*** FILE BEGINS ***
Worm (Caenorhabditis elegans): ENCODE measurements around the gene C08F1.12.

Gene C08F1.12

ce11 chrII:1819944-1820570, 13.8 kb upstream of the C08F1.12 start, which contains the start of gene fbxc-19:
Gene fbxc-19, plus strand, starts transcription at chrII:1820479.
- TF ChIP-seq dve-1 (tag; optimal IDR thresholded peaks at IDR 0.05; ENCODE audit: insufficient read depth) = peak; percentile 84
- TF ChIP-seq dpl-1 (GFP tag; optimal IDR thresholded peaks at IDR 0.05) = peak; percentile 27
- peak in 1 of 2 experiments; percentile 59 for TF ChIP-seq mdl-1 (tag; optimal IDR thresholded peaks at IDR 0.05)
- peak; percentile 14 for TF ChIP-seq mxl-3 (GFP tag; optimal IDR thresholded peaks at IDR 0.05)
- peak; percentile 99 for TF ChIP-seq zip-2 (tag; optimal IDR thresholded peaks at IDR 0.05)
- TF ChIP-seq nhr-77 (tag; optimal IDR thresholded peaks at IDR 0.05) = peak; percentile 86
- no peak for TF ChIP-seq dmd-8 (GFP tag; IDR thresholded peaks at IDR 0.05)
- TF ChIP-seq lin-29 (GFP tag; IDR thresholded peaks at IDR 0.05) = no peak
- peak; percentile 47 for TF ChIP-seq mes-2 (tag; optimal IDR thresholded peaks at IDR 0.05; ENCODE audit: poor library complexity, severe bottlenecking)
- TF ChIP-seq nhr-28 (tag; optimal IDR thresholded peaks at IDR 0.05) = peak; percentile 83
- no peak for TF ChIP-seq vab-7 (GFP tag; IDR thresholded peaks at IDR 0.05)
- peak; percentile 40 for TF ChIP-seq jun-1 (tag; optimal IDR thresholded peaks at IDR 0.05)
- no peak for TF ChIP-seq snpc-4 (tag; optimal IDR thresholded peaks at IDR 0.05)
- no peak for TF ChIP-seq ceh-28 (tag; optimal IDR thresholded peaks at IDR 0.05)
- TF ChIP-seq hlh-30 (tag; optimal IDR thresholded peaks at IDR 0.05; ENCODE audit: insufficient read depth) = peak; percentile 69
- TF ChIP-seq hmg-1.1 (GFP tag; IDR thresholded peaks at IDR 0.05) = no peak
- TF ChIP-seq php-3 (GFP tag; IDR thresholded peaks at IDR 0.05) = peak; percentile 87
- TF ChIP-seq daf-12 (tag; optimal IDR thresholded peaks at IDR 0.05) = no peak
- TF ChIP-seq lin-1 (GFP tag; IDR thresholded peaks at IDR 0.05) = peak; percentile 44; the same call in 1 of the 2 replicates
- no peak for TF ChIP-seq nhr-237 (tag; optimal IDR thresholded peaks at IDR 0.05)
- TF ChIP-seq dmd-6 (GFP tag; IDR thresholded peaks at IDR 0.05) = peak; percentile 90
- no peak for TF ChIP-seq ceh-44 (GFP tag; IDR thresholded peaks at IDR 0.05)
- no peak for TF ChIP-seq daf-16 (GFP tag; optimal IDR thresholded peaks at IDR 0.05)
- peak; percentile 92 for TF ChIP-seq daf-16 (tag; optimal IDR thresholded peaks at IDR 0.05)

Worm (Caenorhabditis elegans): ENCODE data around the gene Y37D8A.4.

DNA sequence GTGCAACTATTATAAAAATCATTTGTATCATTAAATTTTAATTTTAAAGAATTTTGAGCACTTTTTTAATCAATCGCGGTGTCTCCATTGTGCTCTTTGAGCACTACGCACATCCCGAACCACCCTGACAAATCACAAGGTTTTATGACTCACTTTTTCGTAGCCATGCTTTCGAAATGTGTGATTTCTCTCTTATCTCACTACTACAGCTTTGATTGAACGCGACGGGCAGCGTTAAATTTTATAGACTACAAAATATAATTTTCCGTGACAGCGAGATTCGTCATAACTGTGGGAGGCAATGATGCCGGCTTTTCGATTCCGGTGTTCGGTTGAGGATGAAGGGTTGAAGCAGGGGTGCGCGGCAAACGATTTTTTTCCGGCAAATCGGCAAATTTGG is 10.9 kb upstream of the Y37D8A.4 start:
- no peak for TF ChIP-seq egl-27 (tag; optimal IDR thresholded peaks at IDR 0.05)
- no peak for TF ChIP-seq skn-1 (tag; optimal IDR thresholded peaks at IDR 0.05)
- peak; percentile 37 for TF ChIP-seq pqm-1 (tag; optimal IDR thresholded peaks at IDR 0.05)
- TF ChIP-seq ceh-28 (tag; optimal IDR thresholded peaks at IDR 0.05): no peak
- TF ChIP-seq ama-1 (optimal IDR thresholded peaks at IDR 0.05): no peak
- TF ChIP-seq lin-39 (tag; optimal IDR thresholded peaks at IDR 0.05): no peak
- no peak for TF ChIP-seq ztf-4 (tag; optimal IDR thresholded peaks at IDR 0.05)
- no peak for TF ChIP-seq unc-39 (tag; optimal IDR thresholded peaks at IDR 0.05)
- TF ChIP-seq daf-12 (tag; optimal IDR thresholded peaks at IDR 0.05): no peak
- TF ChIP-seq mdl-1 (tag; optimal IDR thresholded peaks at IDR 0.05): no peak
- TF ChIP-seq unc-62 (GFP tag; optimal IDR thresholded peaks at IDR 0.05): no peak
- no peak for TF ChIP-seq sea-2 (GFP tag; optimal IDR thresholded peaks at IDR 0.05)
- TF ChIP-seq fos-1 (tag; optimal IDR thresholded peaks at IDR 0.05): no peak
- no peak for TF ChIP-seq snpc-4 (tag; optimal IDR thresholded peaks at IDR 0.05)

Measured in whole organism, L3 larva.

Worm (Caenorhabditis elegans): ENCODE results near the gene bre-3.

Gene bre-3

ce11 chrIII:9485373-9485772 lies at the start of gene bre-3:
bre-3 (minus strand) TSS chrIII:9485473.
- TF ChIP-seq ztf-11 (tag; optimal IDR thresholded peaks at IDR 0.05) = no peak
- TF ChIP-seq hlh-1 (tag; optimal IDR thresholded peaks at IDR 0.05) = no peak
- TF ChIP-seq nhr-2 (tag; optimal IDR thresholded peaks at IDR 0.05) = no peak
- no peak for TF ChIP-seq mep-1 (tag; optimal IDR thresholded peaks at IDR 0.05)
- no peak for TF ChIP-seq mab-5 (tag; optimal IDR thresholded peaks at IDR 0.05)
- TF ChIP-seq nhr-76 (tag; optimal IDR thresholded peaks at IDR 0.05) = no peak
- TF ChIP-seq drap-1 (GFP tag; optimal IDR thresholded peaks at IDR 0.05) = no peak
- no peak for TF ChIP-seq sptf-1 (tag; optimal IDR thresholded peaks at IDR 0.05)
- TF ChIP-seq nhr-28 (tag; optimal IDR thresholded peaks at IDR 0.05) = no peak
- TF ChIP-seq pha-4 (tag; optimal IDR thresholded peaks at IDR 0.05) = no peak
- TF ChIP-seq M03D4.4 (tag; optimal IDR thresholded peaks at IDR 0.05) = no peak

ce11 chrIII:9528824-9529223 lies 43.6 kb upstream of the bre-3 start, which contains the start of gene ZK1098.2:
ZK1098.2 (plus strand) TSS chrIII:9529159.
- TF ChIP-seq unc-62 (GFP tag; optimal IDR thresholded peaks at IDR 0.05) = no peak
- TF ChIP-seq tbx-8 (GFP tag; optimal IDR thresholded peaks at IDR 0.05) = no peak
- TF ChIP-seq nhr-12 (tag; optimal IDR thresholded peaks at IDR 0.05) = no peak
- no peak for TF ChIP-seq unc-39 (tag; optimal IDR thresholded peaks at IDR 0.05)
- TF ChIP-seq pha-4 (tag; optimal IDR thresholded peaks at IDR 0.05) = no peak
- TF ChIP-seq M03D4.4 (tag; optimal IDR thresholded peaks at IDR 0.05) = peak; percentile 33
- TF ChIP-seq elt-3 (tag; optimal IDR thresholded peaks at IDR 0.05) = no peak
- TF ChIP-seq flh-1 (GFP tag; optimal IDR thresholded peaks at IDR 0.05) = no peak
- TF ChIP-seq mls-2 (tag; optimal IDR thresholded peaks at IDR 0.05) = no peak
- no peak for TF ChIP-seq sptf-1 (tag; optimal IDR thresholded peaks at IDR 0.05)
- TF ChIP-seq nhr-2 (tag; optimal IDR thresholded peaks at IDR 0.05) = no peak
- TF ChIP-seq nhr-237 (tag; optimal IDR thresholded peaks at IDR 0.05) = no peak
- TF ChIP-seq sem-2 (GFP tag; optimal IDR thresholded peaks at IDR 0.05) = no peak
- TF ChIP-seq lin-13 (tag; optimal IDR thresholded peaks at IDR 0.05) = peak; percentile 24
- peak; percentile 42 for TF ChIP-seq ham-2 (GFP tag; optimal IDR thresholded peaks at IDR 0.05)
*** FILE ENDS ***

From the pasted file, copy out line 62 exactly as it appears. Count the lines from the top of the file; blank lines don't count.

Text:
ZK1098.2 (plus strand) TSS chrIII:9529159.